What other aspects of ministry should we be tracking?

Chris Wesley is the Director of Student Ministry at Church of the Nativity in Timonium, MD. You can read more about his blog Marathon Youth Ministry.

Really enjoyed this post over on Nick Farr’s Everything Pastor blog – this week he talks about numbers in youth ministry and I though it was right on. Here’s a clip of the post:

Myth #1: Numbers don’t matter.

The truth is–numbers DO matter. The Bible talks about numbers a lot. (Read the book of Numbers for an example.) God wants us to have healthy ministries and we cannot know what healthy ministry looks like unless we create specific goals and measure them. Measuring goals is the key. You can have all of the goals in the world for changing your church, youth ministry, community, etc., but if you can’t measure your progress you’ve failed.

Don’t be ashamed–count.

A word of caution: Don’t allow numbers to become everything. Put them into perspective of God’s plan. Just like money can be the root of all kinds of evil, so can numbers. However, money/numbers aren’t sinful within themselves.

The second myth that youth pastors buy into is that they know what’s going on in their ministry and have a good grasp of everything.

Great rest of the article – head there now to finish reading


6 Worries of a Youth Worker

 —  September 14, 2011 — 3 Comments

Doug Franklin, LeaderTreks student leadership guru, wrote an amazing article about the 6 Worries of a Youth Worker. Here are the first three – head there for the rest. I resonated with them ALL (if not now in some point in my youth ministry career)! How about you?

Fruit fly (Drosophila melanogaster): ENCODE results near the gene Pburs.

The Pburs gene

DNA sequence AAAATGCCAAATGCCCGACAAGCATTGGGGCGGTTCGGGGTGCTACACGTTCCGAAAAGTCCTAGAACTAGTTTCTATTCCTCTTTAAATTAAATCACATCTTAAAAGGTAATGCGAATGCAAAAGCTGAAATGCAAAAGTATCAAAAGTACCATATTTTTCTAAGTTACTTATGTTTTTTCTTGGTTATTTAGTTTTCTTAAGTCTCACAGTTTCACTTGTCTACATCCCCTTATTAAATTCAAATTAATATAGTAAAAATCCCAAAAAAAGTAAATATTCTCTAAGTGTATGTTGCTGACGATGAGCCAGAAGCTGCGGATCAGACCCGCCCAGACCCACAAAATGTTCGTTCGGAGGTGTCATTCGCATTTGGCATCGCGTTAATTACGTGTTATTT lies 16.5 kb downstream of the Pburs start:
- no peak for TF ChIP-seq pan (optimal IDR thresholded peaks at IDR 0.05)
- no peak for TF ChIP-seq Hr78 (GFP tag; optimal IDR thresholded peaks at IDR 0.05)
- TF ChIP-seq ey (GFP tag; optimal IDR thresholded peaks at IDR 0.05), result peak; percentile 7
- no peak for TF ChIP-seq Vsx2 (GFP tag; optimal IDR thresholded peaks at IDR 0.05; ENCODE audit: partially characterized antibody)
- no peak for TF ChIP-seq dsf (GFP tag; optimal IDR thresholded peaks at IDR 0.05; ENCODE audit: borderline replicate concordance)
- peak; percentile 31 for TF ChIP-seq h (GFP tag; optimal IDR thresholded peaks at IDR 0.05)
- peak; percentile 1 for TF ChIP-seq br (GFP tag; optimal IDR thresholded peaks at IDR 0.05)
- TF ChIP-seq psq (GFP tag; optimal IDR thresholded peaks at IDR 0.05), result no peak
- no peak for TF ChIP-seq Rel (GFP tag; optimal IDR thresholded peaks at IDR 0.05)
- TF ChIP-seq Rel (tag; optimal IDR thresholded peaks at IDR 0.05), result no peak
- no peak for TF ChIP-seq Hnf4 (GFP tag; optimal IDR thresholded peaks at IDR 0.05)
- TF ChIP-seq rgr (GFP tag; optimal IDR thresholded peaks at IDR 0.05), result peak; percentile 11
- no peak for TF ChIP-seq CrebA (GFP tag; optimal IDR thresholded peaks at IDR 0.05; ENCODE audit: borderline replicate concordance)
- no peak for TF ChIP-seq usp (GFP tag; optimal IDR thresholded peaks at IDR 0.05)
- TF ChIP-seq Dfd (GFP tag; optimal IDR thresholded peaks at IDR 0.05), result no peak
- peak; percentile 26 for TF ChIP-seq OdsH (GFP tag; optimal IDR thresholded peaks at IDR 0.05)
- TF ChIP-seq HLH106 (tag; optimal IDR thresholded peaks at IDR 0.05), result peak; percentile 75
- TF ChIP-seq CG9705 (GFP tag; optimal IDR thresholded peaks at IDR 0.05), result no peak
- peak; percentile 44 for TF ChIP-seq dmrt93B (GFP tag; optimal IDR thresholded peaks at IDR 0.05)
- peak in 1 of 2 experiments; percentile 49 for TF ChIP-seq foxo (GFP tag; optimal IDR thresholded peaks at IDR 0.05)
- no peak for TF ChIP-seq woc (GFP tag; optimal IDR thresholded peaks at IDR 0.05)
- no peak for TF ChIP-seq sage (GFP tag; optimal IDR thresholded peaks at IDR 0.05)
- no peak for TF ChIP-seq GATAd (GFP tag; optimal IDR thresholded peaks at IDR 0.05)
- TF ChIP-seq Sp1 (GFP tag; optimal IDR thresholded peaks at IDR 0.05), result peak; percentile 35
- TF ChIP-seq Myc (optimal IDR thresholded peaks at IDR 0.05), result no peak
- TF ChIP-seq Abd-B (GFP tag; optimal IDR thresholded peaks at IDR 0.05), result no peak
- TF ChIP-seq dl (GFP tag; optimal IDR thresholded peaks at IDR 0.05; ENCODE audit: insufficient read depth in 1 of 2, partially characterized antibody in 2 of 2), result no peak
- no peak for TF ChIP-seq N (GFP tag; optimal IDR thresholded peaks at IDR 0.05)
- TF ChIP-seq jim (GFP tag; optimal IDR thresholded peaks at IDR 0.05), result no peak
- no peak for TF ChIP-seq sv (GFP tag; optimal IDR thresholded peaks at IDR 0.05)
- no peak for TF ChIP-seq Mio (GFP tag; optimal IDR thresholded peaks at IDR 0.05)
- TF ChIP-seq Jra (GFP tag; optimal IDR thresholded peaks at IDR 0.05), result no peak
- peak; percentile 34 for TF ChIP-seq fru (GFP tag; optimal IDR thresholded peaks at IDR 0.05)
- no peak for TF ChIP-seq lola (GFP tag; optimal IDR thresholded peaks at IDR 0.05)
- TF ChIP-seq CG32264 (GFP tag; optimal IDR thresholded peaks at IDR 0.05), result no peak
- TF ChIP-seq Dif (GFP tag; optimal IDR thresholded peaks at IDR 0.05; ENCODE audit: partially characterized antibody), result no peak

6. Worried about numbers
The number one question youth workers answer most is, “How many students were at youth group this week?” If that is the questions it’s no wonder youth workers are worried about numbers.

5. Worried about pay
Youth workers don’t often make enough money and they are worried that they might have to change jobs or leave the ministry due to lack of funds. The money issues put pressure on their marriage. It also causes them to distrust church leaders and leads to conflict between them and the pastor.

4. Worried about fraud
I talk with youth workers all the time that have no idea on how to do their jobs. They didn’t get any training before they started and no one is mentoring them now. They are scared to death that the parents and the pastors are going to figure they don’t have any idea on how to help students in their faith. They were hired because students like them, not because they knew how to lead students, volunteers, parents and the church in youth ministry.


Don’t be shocked when your small groups start to really fall off at the end of the year – unfortunately in my experience and conversations with other youth workers it is completely normal. I think there are a few ways to fight it (that would make a good post in the future) but here’s the reality of our small group attendance each year:

October – 95%